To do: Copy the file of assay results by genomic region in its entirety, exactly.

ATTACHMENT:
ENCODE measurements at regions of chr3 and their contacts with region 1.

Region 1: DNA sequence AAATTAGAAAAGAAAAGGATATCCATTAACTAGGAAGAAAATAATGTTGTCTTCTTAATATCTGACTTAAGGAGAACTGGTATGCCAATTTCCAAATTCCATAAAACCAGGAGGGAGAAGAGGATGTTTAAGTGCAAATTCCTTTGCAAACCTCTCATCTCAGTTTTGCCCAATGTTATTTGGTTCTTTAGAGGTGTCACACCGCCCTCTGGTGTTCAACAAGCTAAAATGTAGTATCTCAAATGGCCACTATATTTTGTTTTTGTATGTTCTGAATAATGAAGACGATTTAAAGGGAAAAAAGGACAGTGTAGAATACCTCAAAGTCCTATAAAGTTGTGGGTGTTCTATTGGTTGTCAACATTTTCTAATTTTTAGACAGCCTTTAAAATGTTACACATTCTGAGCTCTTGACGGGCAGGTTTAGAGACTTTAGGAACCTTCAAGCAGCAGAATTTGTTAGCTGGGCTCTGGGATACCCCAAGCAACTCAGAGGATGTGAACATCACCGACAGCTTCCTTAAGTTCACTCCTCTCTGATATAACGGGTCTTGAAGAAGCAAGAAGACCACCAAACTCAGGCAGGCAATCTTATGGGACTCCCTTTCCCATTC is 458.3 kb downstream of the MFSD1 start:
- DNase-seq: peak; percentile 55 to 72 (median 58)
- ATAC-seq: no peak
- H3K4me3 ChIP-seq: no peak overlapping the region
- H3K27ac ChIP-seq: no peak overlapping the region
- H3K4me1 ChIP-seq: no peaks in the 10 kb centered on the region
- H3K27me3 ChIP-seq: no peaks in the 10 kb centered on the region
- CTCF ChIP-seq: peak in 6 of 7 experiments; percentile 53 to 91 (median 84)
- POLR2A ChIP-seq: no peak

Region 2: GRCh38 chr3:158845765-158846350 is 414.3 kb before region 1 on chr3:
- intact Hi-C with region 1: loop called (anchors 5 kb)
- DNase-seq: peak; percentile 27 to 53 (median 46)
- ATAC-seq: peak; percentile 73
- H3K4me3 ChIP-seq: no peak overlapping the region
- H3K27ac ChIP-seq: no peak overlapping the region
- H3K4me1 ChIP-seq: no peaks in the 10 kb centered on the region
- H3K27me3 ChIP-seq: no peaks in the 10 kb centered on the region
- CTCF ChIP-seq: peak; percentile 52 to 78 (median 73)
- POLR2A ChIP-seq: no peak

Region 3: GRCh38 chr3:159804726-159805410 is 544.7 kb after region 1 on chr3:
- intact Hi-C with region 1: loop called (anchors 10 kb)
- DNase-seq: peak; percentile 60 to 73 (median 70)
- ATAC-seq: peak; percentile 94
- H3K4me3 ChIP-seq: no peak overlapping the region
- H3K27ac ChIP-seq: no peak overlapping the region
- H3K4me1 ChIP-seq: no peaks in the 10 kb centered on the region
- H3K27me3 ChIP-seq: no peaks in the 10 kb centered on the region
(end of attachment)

ENCODE measurements at regions of chr3 and their contacts with region 1.

Region 1: DNA sequence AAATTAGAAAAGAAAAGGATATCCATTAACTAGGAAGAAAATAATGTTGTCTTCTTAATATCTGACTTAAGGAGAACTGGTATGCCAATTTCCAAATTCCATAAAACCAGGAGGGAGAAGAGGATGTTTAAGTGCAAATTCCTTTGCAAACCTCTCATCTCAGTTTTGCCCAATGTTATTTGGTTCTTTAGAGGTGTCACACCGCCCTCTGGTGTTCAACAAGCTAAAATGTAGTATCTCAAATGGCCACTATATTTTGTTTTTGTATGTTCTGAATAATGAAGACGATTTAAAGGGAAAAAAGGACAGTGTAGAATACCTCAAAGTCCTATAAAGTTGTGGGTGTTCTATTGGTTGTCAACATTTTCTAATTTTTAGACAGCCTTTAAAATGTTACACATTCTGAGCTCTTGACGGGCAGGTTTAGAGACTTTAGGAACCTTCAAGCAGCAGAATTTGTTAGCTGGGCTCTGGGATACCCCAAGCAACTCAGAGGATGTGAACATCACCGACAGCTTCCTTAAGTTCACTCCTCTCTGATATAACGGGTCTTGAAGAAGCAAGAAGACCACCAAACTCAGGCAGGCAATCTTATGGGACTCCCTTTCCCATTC is 458.3 kb downstream of the MFSD1 start:
- DNase-seq: peak; percentile 55 to 72 (median 58)
- ATAC-seq: no peak
- H3K4me3 ChIP-seq: no peak overlapping the region
- H3K27ac ChIP-seq: no peak overlapping the region
- H3K4me1 ChIP-seq: no peaks in the 10 kb centered on the region
- H3K27me3 ChIP-seq: no peaks in the 10 kb centered on the region
- CTCF ChIP-seq: peak in 6 of 7 experiments; percentile 53 to 91 (median 84)
- POLR2A ChIP-seq: no peak

Region 2: GRCh38 chr3:158845765-158846350 is 414.3 kb before region 1 on chr3:
- intact Hi-C with region 1: loop called (anchors 5 kb)
- DNase-seq: peak; percentile 27 to 53 (median 46)
- ATAC-seq: peak; percentile 73
- H3K4me3 ChIP-seq: no peak overlapping the region
- H3K27ac ChIP-seq: no peak overlapping the region
- H3K4me1 ChIP-seq: no peaks in the 10 kb centered on the region
- H3K27me3 ChIP-seq: no peaks in the 10 kb centered on the region
- CTCF ChIP-seq: peak; percentile 52 to 78 (median 73)
- POLR2A ChIP-seq: no peak

Region 3: GRCh38 chr3:159804726-159805410 is 544.7 kb after region 1 on chr3:
- intact Hi-C with region 1: loop called (anchors 10 kb)
- DNase-seq: peak; percentile 60 to 73 (median 70)
- ATAC-seq: peak; percentile 94
- H3K4me3 ChIP-seq: no peak overlapping the region
- H3K27ac ChIP-seq: no peak overlapping the region
- H3K4me1 ChIP-seq: no peaks in the 10 kb centered on the region
- H3K27me3 ChIP-seq: no peaks in the 10 kb centered on the region